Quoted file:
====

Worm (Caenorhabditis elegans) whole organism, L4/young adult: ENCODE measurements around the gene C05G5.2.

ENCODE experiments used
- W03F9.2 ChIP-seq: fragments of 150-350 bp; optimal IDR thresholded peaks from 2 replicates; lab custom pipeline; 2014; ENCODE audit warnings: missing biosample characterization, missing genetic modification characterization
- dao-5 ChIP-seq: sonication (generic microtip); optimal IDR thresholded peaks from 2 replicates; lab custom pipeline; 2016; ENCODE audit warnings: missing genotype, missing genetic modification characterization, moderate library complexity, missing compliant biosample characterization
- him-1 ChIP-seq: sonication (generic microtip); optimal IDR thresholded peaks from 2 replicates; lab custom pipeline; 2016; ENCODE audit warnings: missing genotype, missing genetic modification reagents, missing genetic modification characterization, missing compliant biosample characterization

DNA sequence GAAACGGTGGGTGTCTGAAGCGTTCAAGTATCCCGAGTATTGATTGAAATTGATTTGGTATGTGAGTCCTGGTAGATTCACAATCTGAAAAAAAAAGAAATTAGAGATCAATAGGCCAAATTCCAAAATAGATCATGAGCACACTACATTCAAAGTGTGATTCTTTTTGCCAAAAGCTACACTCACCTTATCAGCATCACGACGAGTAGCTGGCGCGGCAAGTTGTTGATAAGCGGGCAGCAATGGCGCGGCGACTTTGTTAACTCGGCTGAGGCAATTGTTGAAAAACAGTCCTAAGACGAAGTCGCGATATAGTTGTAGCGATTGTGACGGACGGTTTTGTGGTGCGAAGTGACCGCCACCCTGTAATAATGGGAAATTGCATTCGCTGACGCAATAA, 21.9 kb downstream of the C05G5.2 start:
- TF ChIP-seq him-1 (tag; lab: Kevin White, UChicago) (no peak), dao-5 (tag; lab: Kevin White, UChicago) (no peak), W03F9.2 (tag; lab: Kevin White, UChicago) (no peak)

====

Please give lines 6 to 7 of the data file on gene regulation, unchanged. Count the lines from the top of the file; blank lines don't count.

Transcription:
DNA sequence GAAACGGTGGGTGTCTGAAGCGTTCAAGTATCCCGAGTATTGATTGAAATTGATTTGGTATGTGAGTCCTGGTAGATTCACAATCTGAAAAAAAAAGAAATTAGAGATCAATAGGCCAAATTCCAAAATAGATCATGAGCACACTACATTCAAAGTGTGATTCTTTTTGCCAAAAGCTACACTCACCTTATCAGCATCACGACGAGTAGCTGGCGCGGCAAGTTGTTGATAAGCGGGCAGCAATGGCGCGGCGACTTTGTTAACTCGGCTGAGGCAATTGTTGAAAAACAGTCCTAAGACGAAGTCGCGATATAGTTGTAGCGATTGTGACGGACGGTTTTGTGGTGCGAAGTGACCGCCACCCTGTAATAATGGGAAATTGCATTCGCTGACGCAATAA, 21.9 kb downstream of the C05G5.2 start:
- TF ChIP-seq him-1 (tag; lab: Kevin White, UChicago) (no peak), dao-5 (tag; lab: Kevin White, UChicago) (no peak), W03F9.2 (tag; lab: Kevin White, UChicago) (no peak)